For immediate Release
Local Authorities, land owners and charities – please perform due diligence before appointing new clothing/textile bank operators.
The Textile Recycling Association (TRA), the UK’s only recognised trade association for collectors and processors of used clothing and textiles is reminding local authorities, landowners and charities of the importance of undertaking due diligence before they appoint any new clothing/textile bank operators to operate in their area. The association is hearing of increasing incidents where local authorities in particular have appointed new textile bank operators that do not have the correct licenses, permits or exemptions in place let alone any significant experience in the areas of textile bank collections. Working with such textile collectors runs the risk of reputational damage and could undermine the financial security of professional operators that are needed more than ever to help tackle the very real problems of climate change that are being caused by our increased consumption of fashion and textiles.
Alan Wheeler, Director of the TRA said “this issue seems to have come to the fore in the last year or so and in particular during the second and third national lockdowns in England. A number of new small businesses, that are not substantive, have been struggling to secure collections from other sources. In particular with charity shops having been closed for all bar a few weeks since early November, some are chancing their arm at textile bank collections. Such businesses often don’t have even an upper tier waste carrier’s licence and invariably they do not have relevant environmental permits or exemptions in place, that are required to legally store or process textile waste.”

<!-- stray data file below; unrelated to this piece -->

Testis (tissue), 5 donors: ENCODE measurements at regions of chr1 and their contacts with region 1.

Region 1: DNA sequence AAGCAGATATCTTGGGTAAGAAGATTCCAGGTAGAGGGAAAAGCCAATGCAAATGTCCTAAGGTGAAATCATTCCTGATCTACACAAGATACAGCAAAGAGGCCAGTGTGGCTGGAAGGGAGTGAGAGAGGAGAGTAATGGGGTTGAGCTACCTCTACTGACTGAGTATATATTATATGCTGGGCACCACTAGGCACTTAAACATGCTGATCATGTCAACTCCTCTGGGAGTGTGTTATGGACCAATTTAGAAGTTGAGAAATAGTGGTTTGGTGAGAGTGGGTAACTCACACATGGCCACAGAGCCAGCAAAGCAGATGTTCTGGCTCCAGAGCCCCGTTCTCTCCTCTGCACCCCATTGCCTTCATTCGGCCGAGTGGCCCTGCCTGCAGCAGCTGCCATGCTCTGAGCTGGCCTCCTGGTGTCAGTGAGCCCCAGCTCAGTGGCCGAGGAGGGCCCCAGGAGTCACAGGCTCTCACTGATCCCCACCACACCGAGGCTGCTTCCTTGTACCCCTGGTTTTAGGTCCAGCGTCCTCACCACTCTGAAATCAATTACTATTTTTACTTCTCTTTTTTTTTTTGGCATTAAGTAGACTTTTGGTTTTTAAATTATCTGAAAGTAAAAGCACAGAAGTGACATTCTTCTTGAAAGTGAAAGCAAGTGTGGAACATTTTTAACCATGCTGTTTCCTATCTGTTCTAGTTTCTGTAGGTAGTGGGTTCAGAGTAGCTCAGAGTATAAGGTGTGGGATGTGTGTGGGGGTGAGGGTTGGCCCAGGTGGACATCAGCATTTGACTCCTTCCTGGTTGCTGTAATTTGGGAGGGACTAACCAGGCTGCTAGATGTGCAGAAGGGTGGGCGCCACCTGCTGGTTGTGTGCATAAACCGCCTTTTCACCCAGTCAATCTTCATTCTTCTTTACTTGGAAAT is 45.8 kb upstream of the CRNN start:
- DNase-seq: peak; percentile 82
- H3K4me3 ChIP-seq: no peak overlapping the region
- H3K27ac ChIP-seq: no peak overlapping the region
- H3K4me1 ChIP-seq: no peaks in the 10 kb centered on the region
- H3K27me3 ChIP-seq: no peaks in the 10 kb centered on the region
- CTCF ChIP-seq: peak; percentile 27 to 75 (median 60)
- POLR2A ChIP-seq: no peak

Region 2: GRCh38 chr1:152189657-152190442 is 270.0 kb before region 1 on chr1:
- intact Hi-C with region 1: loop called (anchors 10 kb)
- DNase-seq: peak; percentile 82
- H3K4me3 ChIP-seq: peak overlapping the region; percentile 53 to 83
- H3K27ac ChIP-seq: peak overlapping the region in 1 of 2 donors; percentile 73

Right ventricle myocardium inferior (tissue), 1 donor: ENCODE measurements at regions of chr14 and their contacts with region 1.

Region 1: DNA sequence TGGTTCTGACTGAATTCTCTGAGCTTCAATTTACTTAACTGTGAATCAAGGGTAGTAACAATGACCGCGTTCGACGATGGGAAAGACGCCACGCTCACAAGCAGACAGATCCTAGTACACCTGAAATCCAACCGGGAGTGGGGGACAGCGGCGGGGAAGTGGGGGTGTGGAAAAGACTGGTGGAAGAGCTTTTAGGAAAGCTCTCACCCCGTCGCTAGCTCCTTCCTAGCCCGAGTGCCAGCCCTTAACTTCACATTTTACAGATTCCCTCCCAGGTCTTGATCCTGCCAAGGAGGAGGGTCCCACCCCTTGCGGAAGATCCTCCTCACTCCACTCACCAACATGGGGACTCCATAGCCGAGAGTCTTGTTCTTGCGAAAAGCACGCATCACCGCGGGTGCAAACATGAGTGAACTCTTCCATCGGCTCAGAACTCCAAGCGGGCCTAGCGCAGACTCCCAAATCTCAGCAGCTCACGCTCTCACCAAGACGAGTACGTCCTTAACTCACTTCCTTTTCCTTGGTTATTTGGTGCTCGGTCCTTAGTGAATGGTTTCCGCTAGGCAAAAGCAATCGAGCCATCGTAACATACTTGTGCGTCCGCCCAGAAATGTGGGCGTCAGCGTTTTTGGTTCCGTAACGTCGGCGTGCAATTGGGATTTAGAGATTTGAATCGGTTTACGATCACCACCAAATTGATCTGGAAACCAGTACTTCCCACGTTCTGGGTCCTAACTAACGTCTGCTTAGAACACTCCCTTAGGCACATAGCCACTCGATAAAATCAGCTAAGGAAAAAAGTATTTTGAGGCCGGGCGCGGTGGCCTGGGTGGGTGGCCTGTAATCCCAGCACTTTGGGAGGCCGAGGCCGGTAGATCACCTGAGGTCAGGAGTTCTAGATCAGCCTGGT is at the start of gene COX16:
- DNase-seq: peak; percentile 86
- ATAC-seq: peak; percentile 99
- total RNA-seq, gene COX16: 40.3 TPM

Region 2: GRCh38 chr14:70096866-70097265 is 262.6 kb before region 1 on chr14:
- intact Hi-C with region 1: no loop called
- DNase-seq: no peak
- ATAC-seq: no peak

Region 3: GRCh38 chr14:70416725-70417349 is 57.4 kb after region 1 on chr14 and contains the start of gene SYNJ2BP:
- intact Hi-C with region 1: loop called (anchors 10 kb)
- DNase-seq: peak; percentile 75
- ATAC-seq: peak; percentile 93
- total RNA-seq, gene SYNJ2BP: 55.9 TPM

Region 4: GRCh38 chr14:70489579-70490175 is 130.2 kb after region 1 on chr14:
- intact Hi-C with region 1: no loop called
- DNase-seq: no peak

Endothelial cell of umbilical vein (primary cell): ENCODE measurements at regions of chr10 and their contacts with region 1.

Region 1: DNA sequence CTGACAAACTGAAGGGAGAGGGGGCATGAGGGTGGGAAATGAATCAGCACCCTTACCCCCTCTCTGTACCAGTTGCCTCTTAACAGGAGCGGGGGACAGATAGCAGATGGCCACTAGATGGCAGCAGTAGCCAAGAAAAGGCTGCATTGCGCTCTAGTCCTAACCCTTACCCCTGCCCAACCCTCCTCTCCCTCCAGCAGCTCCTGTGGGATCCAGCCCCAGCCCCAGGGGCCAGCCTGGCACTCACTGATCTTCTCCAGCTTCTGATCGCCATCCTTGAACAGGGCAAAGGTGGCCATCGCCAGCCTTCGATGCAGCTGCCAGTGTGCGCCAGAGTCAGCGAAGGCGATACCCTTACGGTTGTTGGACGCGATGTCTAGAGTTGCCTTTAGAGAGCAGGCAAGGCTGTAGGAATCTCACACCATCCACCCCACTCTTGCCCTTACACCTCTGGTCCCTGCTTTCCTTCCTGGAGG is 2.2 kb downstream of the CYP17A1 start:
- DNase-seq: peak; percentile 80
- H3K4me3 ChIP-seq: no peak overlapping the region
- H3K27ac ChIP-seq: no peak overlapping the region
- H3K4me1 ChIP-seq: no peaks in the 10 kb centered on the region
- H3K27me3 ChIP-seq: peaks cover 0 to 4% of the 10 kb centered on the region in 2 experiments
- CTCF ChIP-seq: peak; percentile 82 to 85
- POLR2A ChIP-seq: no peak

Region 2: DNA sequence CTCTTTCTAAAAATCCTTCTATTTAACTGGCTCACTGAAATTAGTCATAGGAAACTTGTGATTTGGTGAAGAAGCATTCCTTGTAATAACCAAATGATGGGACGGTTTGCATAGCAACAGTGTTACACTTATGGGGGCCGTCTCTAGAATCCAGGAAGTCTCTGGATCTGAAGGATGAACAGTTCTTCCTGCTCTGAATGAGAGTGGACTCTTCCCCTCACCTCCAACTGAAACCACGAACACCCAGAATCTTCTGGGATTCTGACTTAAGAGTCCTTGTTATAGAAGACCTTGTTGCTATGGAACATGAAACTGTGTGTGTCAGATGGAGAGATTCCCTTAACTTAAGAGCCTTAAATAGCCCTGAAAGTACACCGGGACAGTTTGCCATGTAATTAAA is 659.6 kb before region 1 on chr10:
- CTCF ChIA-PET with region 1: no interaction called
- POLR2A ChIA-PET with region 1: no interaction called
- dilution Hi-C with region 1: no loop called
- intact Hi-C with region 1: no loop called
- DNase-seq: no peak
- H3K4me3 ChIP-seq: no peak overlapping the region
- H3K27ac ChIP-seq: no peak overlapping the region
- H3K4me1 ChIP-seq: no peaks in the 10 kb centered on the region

As an incentive these businesses try to tempt local authorities and landowners into allowing them to site their banks on their land by offering inflated prices for what they collect which is well above the market value. Alan Wheeler said of this “the reality is, that when they do this, it is not sustainable. Some will either just disappear after a few months without paying anything and may move to different areas, others may systematically under-declare what they collect. If they are able to continue paying these prices then serious questions need to be asked about where they are cutting their costs”.
It is anticipated that the new voluntary industry standard for TRUST will be rolled out later in the year. Likes so many things, this has been delayed by the Covid 19 outbreak. In the meantime, the key recommendation for local authorities and all landowners is to make sure that all bank operators they are working with are members of the Textile Recycling Association. The trade association already has detailed admissions procedures in place and necessary checks are undertaken on licences, permits, exemptions, insurance, employment records and other key matters to ensure that only businesses that adhere to environmental legislation, employment law and other vital aspects of business law are admitted to the Textile Recycling Association.
Alan Wheeler – Director – Textile Recycling Association